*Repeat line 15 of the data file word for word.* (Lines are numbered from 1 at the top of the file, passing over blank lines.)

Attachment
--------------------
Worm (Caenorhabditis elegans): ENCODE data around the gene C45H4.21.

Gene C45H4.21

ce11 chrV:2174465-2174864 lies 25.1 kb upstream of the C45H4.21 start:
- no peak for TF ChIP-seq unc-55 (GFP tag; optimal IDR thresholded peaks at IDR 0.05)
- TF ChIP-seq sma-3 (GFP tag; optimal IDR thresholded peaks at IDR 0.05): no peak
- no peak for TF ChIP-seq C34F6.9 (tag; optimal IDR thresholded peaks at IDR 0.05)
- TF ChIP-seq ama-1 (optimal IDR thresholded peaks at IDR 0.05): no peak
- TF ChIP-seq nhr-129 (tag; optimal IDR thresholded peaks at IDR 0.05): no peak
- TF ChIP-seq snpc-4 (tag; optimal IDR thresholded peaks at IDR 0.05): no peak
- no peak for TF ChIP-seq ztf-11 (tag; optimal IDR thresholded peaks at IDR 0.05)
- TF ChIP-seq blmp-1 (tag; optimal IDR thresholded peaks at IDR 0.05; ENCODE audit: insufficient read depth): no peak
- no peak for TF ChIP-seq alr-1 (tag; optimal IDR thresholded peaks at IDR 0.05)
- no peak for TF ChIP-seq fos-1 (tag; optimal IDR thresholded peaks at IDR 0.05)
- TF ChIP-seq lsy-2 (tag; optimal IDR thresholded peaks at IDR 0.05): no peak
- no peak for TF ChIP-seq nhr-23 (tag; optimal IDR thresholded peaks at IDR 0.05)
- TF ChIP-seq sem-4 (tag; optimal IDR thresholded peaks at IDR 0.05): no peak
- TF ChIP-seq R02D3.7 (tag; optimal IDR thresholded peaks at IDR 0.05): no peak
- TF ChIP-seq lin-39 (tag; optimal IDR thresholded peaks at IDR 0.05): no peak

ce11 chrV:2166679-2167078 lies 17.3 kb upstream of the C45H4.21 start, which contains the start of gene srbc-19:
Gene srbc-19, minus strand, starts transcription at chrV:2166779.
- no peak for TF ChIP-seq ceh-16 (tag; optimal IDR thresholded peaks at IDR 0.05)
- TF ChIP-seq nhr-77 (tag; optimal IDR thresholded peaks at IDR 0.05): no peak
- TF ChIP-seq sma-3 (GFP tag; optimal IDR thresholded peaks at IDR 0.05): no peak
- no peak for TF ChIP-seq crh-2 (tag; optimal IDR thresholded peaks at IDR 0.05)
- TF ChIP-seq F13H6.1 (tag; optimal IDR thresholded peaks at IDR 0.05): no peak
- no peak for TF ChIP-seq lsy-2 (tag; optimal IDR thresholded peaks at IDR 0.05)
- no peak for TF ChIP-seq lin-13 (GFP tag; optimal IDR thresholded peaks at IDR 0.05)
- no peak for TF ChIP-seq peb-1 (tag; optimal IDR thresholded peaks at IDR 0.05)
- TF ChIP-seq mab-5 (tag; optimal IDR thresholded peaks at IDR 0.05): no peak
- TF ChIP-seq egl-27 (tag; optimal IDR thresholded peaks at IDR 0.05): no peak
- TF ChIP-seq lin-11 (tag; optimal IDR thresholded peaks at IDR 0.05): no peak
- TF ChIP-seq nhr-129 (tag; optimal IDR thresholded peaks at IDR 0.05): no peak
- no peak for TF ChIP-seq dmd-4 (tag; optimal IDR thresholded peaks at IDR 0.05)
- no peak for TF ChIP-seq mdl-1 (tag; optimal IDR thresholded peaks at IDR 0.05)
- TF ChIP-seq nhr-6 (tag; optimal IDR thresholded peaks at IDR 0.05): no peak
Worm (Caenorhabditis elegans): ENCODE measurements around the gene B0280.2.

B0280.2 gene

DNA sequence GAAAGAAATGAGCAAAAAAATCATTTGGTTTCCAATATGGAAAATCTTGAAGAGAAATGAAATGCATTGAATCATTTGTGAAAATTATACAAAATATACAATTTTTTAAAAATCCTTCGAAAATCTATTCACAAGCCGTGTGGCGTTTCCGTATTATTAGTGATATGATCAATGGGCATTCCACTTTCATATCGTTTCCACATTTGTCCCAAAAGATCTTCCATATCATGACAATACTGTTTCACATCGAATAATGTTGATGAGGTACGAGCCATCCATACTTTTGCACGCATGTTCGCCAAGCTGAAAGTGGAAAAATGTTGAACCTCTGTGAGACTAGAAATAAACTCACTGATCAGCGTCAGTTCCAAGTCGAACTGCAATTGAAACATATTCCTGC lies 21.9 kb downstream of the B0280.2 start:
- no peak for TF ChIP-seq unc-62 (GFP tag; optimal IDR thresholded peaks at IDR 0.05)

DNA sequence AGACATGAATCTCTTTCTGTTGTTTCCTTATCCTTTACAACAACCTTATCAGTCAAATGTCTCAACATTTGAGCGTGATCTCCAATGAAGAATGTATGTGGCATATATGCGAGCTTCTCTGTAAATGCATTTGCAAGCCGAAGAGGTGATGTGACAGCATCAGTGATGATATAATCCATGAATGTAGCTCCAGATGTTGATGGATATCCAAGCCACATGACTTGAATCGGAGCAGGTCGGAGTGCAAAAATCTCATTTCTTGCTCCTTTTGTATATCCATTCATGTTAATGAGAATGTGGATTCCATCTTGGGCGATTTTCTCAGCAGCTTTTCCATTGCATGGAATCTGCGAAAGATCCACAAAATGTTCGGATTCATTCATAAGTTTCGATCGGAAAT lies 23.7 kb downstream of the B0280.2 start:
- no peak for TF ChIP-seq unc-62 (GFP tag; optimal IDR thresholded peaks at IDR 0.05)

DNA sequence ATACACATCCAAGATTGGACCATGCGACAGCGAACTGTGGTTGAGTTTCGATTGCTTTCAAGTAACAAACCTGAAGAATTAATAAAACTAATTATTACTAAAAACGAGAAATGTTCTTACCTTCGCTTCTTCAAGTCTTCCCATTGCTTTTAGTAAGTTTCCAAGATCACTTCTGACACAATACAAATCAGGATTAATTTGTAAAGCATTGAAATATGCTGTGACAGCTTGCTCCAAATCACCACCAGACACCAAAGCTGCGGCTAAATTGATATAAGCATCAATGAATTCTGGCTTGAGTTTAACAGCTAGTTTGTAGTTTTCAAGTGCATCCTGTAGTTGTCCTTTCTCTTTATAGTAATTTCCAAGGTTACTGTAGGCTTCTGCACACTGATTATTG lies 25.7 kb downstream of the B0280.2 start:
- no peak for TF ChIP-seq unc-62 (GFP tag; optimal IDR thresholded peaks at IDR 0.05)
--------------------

- no peak for TF ChIP-seq nhr-23 (tag; optimal IDR thresholded peaks at IDR 0.05)